It goes without saying that if you haven’t had a job before, every last bit of relevant work experience should be on your CV. Advertising agencies, marketing agencies, clients, PR, and anything you can (sensibly) relate to the job you’re going for. Put the name of the agency, and if it’s not well-known or it’s in a different sector (PR, for instance), give a little summary of what it does. This is especially important for trendily named new-media companies, who are all called daft things like Blue MonkeyParrot, giving nothing away.
You need a couple of lines to explain what you did at your work experience there. Put the emphasis on the bits that are relevant to the role. So if you did a week each in planning, creative and account handling, and you’re going for a planning job, putting something like “including coaching by a senior planner in brief writing, presentation skills and insight seeking” is fine. You’re not saying that’s all you did there. You’re just putting the spotlight where it should be. The relevant bits.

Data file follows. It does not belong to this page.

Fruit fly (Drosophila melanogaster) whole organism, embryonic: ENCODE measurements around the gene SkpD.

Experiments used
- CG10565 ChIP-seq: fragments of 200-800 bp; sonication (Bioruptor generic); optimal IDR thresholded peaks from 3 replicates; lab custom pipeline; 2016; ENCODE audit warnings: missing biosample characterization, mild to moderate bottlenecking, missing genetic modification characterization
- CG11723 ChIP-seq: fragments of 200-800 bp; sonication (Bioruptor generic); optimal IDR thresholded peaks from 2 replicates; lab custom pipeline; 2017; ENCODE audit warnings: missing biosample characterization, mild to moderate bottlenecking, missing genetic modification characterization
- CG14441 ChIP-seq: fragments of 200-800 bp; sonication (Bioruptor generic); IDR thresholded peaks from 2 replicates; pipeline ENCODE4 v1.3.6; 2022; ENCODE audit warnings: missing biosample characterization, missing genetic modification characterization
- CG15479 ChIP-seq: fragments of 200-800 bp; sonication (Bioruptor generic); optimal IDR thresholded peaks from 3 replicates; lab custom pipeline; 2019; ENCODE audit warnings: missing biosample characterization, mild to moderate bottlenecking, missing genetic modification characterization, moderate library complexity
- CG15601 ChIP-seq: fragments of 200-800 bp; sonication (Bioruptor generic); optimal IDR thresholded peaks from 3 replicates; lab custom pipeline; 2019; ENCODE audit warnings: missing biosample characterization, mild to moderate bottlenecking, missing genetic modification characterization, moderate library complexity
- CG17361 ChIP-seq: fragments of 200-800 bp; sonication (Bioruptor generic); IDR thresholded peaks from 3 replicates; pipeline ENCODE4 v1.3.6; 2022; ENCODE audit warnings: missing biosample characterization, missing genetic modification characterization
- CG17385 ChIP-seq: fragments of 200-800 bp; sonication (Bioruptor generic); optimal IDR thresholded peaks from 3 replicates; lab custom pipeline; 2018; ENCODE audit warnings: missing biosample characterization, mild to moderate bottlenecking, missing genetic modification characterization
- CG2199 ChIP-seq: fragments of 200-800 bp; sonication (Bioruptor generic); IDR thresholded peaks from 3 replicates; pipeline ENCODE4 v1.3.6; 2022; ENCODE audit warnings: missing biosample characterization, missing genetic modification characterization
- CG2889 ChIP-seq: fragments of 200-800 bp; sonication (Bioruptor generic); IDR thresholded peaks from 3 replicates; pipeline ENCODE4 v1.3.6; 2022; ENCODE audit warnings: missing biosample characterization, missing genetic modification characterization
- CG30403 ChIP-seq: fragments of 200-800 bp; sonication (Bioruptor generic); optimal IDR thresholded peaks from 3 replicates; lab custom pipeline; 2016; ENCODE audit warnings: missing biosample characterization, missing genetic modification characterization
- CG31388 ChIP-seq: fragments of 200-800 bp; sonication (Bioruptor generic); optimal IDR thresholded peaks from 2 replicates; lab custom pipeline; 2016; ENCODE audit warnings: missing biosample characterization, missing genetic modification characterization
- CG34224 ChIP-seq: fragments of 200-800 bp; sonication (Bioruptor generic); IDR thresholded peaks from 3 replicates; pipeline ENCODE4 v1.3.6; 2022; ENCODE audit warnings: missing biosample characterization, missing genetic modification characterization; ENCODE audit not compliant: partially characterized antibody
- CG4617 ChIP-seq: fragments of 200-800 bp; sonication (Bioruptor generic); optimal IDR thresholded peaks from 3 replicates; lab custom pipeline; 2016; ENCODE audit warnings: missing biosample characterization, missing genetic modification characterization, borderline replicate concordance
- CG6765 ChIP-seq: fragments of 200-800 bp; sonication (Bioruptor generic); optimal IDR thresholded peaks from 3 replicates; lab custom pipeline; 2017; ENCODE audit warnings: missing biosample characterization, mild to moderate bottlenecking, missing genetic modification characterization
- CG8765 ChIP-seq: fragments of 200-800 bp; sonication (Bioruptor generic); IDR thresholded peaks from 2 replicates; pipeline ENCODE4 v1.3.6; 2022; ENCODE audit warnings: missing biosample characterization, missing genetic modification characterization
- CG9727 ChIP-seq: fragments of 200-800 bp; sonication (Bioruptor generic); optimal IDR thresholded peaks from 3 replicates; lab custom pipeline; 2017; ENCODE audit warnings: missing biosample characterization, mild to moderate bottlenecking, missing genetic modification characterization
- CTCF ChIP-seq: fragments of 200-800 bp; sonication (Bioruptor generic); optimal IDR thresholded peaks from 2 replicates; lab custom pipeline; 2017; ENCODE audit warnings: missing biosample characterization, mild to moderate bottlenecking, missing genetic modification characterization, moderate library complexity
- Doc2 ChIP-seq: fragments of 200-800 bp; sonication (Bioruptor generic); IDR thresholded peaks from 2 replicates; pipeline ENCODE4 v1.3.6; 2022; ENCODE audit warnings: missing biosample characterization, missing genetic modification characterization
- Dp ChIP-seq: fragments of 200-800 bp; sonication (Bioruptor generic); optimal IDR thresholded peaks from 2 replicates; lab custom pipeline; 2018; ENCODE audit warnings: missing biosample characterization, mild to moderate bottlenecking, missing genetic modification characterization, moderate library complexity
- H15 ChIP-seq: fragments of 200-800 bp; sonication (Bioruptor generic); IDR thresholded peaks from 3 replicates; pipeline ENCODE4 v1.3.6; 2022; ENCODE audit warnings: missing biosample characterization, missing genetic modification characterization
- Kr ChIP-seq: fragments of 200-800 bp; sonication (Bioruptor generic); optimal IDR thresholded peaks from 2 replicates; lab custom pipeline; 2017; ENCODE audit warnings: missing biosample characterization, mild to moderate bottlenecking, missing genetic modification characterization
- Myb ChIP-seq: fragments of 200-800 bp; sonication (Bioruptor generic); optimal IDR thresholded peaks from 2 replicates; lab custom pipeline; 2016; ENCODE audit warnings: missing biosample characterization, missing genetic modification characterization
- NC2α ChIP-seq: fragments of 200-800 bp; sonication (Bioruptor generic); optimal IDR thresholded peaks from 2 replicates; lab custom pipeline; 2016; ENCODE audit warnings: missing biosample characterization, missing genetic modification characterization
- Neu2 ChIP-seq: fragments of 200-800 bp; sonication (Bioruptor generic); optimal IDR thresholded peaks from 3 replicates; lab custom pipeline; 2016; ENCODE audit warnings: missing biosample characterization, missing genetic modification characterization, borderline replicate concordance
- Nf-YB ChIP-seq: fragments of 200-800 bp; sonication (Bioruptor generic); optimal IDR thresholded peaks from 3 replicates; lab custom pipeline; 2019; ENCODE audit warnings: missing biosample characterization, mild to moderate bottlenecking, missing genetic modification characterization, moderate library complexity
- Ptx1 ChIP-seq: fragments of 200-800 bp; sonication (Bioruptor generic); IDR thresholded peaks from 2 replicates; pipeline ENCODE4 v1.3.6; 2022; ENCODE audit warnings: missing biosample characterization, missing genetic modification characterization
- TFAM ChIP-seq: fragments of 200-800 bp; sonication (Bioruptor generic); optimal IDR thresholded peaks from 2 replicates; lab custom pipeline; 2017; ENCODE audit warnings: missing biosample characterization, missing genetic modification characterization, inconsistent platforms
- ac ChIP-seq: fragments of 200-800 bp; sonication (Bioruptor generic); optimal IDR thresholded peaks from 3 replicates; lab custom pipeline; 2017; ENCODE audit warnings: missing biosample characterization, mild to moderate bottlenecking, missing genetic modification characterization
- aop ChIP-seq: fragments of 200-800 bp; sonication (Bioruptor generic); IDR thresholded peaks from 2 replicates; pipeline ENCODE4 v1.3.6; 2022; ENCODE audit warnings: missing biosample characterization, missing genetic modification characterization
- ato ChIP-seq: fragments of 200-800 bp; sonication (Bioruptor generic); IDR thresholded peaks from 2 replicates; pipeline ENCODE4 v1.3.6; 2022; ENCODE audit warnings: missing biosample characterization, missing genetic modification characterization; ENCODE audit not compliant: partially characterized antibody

Whether to include other jobs is tricky. If you’ve got enough relevant work experience to comfortably fill the page, I’d say don’t. If you haven’t, and the job can be related to the one you’re going for in some way, it might be excusable. For instance, if you had a long-held bar job, you could explain how it demonstrated reliability and taught you punctuality, grace under pressure and the rudiments of client service. Virtually any retail job can be related to client service, as can admin and office-based roles. But if the job can’t be related to the one you want without bending the truth or making ridiculous links, leave it off.